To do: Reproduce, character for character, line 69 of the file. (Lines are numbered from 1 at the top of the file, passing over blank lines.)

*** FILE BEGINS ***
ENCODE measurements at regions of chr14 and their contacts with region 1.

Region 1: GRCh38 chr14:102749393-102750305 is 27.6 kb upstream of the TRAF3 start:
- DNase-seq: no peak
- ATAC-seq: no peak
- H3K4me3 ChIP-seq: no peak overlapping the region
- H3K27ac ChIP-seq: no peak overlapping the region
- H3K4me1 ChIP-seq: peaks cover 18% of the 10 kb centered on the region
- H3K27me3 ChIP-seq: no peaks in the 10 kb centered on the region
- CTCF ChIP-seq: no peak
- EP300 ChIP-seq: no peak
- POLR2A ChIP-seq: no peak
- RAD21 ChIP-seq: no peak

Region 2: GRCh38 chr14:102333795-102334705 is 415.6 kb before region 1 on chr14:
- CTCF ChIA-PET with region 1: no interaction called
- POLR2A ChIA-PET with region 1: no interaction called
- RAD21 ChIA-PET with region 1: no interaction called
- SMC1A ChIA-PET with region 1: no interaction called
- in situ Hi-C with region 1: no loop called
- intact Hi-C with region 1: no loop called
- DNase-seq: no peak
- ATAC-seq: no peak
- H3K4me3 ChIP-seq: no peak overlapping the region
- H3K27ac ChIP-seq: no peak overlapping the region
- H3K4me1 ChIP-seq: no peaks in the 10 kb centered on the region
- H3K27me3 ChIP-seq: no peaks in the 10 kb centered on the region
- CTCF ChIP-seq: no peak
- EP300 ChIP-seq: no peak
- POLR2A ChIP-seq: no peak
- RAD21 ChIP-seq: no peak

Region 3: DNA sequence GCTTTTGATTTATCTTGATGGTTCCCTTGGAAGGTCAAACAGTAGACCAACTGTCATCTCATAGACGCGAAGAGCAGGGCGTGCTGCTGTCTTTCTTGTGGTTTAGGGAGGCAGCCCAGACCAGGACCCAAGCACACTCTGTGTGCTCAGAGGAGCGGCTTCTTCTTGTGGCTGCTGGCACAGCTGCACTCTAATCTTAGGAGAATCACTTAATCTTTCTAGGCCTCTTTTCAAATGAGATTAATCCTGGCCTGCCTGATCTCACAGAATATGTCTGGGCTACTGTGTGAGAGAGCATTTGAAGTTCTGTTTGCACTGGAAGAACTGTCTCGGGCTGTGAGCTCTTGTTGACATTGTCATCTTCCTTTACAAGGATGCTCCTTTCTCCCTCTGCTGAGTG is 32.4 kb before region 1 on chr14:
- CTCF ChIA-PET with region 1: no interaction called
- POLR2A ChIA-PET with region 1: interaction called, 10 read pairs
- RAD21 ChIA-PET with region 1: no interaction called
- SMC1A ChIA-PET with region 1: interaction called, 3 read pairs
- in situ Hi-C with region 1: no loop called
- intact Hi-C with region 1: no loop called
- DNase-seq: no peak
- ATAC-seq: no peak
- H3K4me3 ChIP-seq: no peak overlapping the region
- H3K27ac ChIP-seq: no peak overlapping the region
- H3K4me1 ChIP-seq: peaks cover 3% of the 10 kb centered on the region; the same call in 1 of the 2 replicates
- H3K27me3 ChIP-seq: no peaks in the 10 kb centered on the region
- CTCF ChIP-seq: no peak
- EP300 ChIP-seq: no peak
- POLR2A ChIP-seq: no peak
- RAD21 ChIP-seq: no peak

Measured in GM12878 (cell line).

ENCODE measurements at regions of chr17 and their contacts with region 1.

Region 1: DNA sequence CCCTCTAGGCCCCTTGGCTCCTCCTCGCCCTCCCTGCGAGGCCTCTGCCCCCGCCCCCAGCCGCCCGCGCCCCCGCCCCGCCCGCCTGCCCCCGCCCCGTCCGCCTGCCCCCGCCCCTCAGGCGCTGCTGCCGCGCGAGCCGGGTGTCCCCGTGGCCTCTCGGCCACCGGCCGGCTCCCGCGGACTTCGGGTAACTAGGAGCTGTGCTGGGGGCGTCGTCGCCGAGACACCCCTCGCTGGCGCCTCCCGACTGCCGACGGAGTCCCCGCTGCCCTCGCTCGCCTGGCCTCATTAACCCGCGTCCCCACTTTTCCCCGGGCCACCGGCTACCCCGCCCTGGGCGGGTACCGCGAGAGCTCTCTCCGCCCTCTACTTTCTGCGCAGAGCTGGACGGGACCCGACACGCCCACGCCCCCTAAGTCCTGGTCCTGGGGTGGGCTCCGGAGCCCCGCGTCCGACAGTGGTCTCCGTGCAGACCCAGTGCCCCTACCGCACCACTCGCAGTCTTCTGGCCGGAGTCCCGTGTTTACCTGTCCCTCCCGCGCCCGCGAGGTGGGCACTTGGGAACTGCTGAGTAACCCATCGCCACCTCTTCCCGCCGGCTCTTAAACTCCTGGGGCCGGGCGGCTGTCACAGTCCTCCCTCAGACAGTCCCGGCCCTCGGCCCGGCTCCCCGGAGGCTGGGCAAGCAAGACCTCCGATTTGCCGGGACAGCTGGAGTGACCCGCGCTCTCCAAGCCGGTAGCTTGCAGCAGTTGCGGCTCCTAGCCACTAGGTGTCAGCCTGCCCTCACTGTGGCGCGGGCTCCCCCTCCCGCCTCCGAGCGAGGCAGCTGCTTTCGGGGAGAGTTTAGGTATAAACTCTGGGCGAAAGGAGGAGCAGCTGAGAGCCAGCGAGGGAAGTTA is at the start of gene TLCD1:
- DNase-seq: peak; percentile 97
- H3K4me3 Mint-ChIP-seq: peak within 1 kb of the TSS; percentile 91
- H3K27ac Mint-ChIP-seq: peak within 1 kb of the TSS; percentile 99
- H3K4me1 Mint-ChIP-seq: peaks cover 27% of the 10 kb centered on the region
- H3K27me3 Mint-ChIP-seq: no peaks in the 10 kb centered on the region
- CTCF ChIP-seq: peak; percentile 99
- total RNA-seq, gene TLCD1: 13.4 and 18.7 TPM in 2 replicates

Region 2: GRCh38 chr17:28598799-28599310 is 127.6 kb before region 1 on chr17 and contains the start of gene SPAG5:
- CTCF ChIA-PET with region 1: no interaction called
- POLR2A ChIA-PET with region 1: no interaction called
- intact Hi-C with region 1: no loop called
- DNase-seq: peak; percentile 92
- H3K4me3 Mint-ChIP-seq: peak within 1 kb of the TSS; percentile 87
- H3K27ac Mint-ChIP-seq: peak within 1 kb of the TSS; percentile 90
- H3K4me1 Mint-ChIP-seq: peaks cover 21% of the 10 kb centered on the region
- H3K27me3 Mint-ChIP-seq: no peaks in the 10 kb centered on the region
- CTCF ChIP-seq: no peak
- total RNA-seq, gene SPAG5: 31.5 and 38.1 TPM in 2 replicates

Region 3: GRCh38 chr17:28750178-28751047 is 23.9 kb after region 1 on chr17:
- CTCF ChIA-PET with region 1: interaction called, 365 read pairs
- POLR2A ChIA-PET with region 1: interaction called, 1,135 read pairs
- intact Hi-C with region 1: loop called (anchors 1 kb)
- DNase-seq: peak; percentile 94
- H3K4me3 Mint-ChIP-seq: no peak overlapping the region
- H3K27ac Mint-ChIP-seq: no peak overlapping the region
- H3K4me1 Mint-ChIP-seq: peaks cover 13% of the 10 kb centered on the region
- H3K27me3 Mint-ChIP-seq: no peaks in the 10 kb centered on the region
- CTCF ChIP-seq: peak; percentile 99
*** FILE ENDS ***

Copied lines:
- CTCF ChIA-PET with region 1: interaction called, 365 read pairs